Latent Tuberculosis And The Risk Of Active Tuberculosis

It has been estimated by WHO that up to one third of the world’s population (2 billion) have latent tuberculosis. Latent tuberculosis has been defined as a state in which there is persistent bacterial viability, immune control of the bacteria and with no evidence of clinical active tuberculosis. Studies have shown that between 5 to 15% of those with latent tuberculosis will “reactivate” during their lifetime and develop active disease. “Reactivation” of the Mycobacterium tuberculosis (TB) bacteria resulting in active disease accounts for the majority of “new cases” of active TB detected annually.

Reactivation of Tuberculosis

The process of reactivation is likely to depend on the interplay between bacteria and host factors. This interaction is likely to be a continuum and the “latent” state is maintained when the host immune responses predominate and “disease” occurs when bacterial replication exceeds a certain threshold that results in disease.

  • Bacteria Factors:

The initial bacterial load from the index patient is thought to be a factor in determining the likelihood of developing active disease. There may be different strains of TB that are more likely to cause active disease. These postulates remain to be clearly elucidated by scientific studies.

  • Host Factors:

Older patients have a higher risk of reactivation of TB and this is likely to be related to waning immunity associated with ageing. In Singapore, the incidence of TB for the general population in 2013 was 36.9 per 100,000 but the incidence is higher at 64.1 per 100,000 in those between age 60-69 years old and increasing further to 148.3 per 100,000 in those aged >80 years old. HIV infected patients who have latent TB and who have not received anti-retroviral treatment have a 10% annual risk of TB. This contrasts to the approximate 10% life time risk for latent TB in the general population. Other medical conditions like diabetes, alcoholism, renal disease, cancer are additional factors for reactivation of TB. Medications that suppress the immune system may increase the rate of reactivation. These include systemic corticosteroids, monoclonal antibodies against tumor necrosis factor alpha (TNF-α), certain cancer chemotherapy agents and medications taken by organ transplant recipients.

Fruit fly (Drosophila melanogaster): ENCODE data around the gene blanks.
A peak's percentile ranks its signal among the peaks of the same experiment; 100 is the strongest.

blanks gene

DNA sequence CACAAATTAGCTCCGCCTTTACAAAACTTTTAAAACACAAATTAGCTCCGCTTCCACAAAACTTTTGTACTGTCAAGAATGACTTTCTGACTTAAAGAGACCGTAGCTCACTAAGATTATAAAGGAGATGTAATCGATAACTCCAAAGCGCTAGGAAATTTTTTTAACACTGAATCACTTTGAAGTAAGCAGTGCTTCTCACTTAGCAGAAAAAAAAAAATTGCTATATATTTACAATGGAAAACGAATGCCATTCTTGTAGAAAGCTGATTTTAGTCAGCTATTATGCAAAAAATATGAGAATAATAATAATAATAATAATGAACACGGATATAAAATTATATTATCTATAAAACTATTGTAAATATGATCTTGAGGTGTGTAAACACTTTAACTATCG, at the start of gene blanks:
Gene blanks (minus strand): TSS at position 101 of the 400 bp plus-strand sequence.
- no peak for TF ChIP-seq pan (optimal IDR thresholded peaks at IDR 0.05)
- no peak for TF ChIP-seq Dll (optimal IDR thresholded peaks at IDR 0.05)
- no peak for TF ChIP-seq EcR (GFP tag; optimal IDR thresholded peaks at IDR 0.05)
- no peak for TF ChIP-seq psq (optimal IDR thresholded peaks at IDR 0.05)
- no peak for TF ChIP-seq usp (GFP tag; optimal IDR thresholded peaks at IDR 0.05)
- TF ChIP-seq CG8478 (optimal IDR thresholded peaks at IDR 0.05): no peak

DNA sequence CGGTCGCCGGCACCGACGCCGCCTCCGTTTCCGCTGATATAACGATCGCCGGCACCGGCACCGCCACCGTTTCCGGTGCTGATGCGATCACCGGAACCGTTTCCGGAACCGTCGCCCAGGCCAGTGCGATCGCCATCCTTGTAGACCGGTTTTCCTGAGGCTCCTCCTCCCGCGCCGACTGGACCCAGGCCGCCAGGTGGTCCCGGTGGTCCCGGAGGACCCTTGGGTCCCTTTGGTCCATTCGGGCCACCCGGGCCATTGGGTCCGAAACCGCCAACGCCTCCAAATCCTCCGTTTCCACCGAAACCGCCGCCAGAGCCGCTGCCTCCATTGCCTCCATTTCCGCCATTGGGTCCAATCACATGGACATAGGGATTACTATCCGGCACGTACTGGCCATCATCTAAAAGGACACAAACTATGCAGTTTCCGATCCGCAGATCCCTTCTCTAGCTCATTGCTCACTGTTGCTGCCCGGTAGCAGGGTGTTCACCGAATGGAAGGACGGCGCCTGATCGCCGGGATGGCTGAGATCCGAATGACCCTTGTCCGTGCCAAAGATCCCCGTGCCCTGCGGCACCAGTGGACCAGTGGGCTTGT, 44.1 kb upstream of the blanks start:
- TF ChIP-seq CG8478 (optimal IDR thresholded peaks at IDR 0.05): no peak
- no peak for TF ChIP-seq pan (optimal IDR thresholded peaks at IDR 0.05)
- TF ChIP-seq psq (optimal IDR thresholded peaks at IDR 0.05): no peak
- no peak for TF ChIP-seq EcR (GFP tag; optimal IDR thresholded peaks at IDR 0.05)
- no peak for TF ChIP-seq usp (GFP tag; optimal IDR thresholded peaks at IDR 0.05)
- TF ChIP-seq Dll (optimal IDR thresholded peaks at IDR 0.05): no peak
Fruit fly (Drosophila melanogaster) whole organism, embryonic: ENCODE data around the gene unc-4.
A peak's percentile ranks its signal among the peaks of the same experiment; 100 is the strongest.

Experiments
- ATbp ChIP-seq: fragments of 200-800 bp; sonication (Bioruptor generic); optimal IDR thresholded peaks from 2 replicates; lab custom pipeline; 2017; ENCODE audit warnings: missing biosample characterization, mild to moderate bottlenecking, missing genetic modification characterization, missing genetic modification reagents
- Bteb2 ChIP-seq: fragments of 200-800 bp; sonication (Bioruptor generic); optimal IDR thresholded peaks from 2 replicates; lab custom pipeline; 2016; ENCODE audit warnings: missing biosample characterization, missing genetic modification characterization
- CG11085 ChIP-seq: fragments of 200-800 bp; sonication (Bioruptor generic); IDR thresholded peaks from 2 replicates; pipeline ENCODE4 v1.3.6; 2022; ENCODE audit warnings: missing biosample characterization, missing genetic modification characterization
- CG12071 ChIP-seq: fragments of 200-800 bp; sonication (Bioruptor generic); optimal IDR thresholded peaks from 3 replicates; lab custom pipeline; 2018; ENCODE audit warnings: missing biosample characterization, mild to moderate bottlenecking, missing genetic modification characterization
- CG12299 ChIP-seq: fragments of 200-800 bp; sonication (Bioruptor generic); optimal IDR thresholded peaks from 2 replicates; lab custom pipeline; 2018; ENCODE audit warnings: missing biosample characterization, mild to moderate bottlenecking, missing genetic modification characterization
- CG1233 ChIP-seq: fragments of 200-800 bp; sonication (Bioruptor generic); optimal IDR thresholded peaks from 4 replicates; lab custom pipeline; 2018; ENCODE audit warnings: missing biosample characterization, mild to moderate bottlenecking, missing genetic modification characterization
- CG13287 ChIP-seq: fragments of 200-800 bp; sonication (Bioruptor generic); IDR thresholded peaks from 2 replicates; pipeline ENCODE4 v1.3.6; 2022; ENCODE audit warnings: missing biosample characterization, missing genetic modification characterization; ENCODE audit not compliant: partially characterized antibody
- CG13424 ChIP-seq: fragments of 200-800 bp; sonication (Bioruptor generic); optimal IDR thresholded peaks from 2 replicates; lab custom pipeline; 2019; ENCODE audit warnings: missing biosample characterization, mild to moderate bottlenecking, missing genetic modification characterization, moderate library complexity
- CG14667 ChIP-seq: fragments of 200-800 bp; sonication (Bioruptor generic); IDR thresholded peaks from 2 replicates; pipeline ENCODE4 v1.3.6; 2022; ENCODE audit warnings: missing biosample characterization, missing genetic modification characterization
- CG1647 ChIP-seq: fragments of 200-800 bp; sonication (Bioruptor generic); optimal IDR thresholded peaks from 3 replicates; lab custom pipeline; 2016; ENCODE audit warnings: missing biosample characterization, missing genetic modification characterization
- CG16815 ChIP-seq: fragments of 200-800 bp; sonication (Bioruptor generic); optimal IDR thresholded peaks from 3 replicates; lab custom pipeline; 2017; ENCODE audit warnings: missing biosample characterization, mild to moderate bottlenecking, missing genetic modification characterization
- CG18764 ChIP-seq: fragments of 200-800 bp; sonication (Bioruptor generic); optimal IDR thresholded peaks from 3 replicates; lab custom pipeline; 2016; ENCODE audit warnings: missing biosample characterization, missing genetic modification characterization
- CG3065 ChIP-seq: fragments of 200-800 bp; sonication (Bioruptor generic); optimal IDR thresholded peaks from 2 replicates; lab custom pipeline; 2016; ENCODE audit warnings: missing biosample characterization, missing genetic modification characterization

With reactivation, there is active disease and the patient will eventually develop symptoms of tuberculosis. The most common site of disease is the lungs and symptoms such as cough, sputum production, haemoptysis (blood in sputum) and breathlessness may develop. Other sites of involvement may be the lymph nodes (often presenting as persistent lumps in the neck), bones and joints and the gastrointestinal tracts (presenting as diarrhoea and abdominal pain). Patients with untreated tuberculosis of the lungs are the source of ongoing transmission. Up to 1/3 of household contacts may become infected with the TB bacteria and the majority will develop latent TB.

Diagnosis of Latent TB

Screening for TB is usually done if you are exposed to an index patient with pulmonary tuberculosis. Usually, the index patient will be a household contacts or work colleague sharing the same office area. First year university students who come from countries endemic with tuberculosis may also be screened for TB upon entry to the university. In addition, screening for TB may be a company policy for health care workers and expatriate staff posted to a country endemic for tuberculosis.

The tests that are usually done are the tuberculin skin test (TST) and the interferon-gamma release assays (IGRA) such as the Quantiferon TB test and the T-spot TB test. These tests indirectly measure TB infection by measuring the immune response to TB proteins. “Reactive tests” indicate that an individual has been exposed to TB. These tests are imperfect and each of them has false positive and false negative testing rates. These tests also cannot be used to determine if an individual who has been exposed to TB will progress to develop active disease. In addition, the tests cannot distinguish between latent tuberculosis and active tuberculosis.